How Biomedical Companies Navigated Turbulent Economic Times

An analysis of 25 top independent firms in the biomedical device and technology industry.

While most giant corporations crashed during the worst economic climate since the Great Depression, the biomedical devices industry grew, invested, and prospered. The Great Recession (from 2007 to 2009) represents the worst downturn the western world has seen since the 1930s, a time when most companies saw revenue recede and profits disappear, and they resorted to widespread layoffs, investment freezes, and research cuts. In the midst of this storm, the worldwide biomedical devices industry went against the current. These companies grew their revenues and increased profits by investing in research and product development, increasing their marketing spend, and hiring new staff. They did this in all of their markets—North America, Europe, and Asia—and grew their profits without massive outsourcing, inventory liquidations, mass layoffs, or fire sale liquidations. This sector is not completely recession proof, as some firms did hit the bumps when consumers delayed expensive, elective medical procedures such as knee and hip replacements. But taken as a whole, the businesses that comprise this industry sector sailed through the Great Recession as if it never happened.

This industry review looks at 25 of the top independent biomedical device makers for an in-depth study that analyzes their business strategies, financial results, marketing investment, product portfolios, and research and development to better understand what drove growth and profitability in a time of worldwide downturn. The analysis sets out to discover why this particular sector thrived where others failed, analyze whether this success is sustainable over the long-term, and identify areas for improvement.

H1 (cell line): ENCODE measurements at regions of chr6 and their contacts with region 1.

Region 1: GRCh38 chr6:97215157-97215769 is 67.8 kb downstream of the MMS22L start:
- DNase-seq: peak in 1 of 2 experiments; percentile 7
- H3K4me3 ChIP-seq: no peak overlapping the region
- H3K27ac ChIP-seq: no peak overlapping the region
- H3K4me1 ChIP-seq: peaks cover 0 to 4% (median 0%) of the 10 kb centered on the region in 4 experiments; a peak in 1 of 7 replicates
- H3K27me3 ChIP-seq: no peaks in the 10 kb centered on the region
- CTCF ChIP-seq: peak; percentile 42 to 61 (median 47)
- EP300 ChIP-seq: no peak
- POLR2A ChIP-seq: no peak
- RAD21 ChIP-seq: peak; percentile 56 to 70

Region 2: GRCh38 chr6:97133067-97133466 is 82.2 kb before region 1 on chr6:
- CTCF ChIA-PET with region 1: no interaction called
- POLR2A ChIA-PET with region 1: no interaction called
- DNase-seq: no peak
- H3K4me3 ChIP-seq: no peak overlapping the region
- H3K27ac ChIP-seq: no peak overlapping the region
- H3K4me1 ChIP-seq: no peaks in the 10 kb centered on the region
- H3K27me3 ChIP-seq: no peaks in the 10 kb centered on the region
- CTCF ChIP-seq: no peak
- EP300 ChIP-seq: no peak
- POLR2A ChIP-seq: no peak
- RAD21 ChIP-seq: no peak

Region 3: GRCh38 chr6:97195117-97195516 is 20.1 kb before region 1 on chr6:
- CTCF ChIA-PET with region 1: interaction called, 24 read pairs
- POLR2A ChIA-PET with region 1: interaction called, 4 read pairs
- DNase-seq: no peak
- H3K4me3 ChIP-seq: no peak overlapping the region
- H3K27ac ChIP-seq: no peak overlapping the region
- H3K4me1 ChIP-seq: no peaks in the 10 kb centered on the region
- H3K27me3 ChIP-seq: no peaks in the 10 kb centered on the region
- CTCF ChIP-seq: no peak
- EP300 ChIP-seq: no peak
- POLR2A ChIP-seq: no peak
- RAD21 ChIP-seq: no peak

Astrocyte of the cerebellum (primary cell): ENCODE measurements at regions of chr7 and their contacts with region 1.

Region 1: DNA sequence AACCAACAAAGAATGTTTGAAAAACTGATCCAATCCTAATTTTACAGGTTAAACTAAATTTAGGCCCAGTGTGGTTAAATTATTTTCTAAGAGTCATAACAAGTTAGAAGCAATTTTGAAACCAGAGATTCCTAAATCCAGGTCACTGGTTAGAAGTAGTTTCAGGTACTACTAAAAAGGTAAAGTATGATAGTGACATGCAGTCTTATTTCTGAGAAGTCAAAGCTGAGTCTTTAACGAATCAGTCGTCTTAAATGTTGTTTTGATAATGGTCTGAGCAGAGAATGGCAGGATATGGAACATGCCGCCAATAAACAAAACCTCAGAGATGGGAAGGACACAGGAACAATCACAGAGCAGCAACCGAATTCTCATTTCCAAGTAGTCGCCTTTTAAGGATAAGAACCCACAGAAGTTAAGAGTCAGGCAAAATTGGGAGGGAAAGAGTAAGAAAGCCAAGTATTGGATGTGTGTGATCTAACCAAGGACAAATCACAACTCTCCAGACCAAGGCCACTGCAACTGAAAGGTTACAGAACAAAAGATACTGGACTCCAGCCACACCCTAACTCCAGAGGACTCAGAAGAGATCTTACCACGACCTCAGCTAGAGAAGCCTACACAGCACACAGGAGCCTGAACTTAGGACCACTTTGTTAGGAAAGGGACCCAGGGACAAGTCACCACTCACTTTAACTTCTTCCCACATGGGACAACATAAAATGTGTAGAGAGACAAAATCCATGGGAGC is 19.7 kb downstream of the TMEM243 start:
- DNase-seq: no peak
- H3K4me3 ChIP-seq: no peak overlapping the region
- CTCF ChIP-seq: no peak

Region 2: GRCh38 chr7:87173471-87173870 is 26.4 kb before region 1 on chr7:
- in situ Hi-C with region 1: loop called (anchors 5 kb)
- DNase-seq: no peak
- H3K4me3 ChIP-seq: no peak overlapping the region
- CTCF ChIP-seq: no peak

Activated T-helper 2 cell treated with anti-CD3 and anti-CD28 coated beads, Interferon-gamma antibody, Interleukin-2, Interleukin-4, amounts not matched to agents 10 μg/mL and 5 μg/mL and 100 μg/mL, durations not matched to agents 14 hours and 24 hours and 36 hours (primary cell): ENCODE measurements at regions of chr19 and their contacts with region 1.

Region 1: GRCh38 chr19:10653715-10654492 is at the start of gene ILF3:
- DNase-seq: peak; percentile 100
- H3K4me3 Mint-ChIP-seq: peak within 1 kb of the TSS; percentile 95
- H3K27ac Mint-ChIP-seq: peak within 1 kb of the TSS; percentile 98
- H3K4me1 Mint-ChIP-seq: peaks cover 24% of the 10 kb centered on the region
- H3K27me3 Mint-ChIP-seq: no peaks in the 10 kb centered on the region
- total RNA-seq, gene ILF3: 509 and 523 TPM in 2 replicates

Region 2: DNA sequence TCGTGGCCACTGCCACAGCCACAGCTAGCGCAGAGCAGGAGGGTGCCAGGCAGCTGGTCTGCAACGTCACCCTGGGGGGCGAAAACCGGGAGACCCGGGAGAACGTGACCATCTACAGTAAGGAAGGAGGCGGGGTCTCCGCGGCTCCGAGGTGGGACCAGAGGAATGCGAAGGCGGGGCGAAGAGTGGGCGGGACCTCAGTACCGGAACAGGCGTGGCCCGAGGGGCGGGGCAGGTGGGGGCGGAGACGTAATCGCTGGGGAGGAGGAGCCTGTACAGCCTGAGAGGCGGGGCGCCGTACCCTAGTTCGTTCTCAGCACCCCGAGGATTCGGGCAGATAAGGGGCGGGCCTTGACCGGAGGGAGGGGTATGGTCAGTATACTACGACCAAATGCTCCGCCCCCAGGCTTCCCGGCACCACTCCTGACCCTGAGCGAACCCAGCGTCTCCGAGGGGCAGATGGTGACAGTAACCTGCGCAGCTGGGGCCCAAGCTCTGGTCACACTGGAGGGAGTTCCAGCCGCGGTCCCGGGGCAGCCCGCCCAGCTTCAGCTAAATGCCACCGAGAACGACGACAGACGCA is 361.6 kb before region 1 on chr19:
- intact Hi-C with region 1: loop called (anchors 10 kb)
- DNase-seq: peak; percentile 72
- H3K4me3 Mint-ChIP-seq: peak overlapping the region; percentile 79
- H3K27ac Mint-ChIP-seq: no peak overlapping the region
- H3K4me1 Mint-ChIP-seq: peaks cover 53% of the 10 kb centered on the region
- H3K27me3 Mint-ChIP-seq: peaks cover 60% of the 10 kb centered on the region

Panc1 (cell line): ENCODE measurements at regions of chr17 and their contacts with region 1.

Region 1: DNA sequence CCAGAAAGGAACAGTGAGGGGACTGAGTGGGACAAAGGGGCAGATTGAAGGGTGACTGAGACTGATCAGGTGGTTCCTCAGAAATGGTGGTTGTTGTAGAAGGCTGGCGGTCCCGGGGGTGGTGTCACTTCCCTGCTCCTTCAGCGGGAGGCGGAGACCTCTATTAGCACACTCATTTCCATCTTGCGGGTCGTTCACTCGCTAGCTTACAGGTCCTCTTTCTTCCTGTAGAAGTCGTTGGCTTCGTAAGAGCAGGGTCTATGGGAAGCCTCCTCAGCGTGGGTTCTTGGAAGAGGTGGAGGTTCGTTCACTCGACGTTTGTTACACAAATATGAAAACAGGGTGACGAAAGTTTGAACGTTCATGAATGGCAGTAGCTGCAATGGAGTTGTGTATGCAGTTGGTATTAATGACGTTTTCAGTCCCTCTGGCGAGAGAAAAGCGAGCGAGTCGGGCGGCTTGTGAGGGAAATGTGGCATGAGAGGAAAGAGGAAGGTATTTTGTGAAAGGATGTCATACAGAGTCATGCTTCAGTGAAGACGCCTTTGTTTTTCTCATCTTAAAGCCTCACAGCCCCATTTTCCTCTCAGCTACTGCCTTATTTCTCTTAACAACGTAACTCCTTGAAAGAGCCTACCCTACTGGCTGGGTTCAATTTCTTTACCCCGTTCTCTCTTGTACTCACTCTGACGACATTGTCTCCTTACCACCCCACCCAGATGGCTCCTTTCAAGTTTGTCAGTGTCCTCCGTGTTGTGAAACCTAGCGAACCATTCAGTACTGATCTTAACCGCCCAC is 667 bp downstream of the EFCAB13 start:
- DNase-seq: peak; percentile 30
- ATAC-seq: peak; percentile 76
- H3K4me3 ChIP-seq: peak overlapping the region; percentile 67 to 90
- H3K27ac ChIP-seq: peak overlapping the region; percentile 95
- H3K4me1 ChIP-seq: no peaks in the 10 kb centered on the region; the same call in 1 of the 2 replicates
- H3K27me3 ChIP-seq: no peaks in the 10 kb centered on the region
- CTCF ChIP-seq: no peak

Summary and Key Findings
Why did so many companies in this industry sustain such growth, how have they achieved this success, and can they keep it up? We found three common characteristics shared by the most successful of the 25 biomedical technology firms that appeared to contribute to their growth during the recession and are still a factor today (see Table I):
  • High Value-Added Manufacturing. Building advanced technology products in developed markets while adding a high level of value to base costs has and will continue to do well for this sector. For highly differentiated products sold as customized solutions, the United States and Europe have been great places to establish and grow businesses.
  • Increased Marketing Efforts. These companies continued to increase spend on marketing efforts during the Great Recession.
  • Investment in R&D and New Products. The most successful biomedical device companies developed a robust pipeline of new products and R&D capabilities, which allowed them to navigate challenging times successfully. Even during the Great Recession they were increasing their R&D spend.
In short, the best of biomedical device makers succeed by making very little very well, for sale at very high prices.
Despite the unparalleled success of the biomedical device industry from a 10,000 foot view, our close study reveals operational fissures that, if left unchecked, could threaten future growth. For instance, some firms, having grown through acquisition of start-ups and by purchasing parts of organizations, now have too many plants and labs to be efficient. Based on our analysis of the firms and the industry, these companies could consolidate and restructure in order to achieve maximum efficiency by sweeping up the collections of purchased parts and turning these businesses into coherent and focused companies. The challenge is to rationalize and consolidate in a fashion that does not disrupt sales operations, disturb regulatory licensed manufacturing processes, or lose intellectual capital, while moving to a product portfolio mix that offers strategic diversification, builds on related technologies, and simultaneously adds complementary applications. Consolidation will be a key driver facilitating growth over the coming years. History shows that if the current management will not do it, then someone else will. Recall that Alfred Sloan was brought in 1920 to clean up the loose collection of parts that Billy Durant had assembled under the name General Motors, a firm that had a very meaningful and industry-defining run for 80 years after that.
The big opportunity for the biomedical device business is to move beyond the sometimes bumpy revenue stream from selling things, and migrate to a business model focused on selling systems that provide a point of control and differentiation (usually from software) or that yield sustained revenues from related consumable products used in caring for patients. It is the kind of strategy that worked for King Gillette when his business first adopted the razor and blades model; it is a strategy that has also worked for IBM as it has moved from a hardware business to one driven by sustained revenue streams from software and services.